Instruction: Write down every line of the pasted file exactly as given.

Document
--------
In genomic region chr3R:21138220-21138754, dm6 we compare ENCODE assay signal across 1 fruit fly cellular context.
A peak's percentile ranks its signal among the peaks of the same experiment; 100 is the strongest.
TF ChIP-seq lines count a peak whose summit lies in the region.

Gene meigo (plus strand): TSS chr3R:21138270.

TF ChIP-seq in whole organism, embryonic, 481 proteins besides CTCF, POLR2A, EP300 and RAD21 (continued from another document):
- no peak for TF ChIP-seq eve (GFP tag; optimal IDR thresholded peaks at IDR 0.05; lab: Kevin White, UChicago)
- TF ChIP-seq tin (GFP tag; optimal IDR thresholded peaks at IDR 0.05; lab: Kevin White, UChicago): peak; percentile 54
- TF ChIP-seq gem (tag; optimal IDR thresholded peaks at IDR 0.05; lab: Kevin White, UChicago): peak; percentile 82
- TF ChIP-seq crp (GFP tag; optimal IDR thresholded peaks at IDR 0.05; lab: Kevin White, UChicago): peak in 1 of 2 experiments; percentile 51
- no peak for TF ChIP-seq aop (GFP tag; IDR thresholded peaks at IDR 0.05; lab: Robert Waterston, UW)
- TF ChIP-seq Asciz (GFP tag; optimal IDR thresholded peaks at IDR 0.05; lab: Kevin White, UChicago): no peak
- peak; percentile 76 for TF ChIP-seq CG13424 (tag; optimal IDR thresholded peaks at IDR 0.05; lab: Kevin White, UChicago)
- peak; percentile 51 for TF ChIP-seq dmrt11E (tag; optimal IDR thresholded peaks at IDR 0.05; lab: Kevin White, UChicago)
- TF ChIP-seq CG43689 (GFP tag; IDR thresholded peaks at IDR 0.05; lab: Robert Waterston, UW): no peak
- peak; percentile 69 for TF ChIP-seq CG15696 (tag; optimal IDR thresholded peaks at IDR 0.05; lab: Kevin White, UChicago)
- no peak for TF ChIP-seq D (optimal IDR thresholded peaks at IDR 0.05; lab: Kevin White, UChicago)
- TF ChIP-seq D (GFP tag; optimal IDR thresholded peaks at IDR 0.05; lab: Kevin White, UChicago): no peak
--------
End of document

In genomic region chr3R:21138220-21138754, dm6 we compare ENCODE assay signal across 1 fruit fly cellular context.
A peak's percentile ranks its signal among the peaks of the same experiment; 100 is the strongest.
TF ChIP-seq lines count a peak whose summit lies in the region.

Gene meigo (plus strand): TSS chr3R:21138270.

TF ChIP-seq in whole organism, embryonic, 481 proteins besides CTCF, POLR2A, EP300 and RAD21 (continued from another document):
- no peak for TF ChIP-seq eve (GFP tag; optimal IDR thresholded peaks at IDR 0.05; lab: Kevin White, UChicago)
- TF ChIP-seq tin (GFP tag; optimal IDR thresholded peaks at IDR 0.05; lab: Kevin White, UChicago): peak; percentile 54
- TF ChIP-seq gem (tag; optimal IDR thresholded peaks at IDR 0.05; lab: Kevin White, UChicago): peak; percentile 82
- TF ChIP-seq crp (GFP tag; optimal IDR thresholded peaks at IDR 0.05; lab: Kevin White, UChicago): peak in 1 of 2 experiments; percentile 51
- no peak for TF ChIP-seq aop (GFP tag; IDR thresholded peaks at IDR 0.05; lab: Robert Waterston, UW)
- TF ChIP-seq Asciz (GFP tag; optimal IDR thresholded peaks at IDR 0.05; lab: Kevin White, UChicago): no peak
- peak; percentile 76 for TF ChIP-seq CG13424 (tag; optimal IDR thresholded peaks at IDR 0.05; lab: Kevin White, UChicago)
- peak; percentile 51 for TF ChIP-seq dmrt11E (tag; optimal IDR thresholded peaks at IDR 0.05; lab: Kevin White, UChicago)
- TF ChIP-seq CG43689 (GFP tag; IDR thresholded peaks at IDR 0.05; lab: Robert Waterston, UW): no peak
- peak; percentile 69 for TF ChIP-seq CG15696 (tag; optimal IDR thresholded peaks at IDR 0.05; lab: Kevin White, UChicago)
- no peak for TF ChIP-seq D (optimal IDR thresholded peaks at IDR 0.05; lab: Kevin White, UChicago)
- TF ChIP-seq D (GFP tag; optimal IDR thresholded peaks at IDR 0.05; lab: Kevin White, UChicago): no peak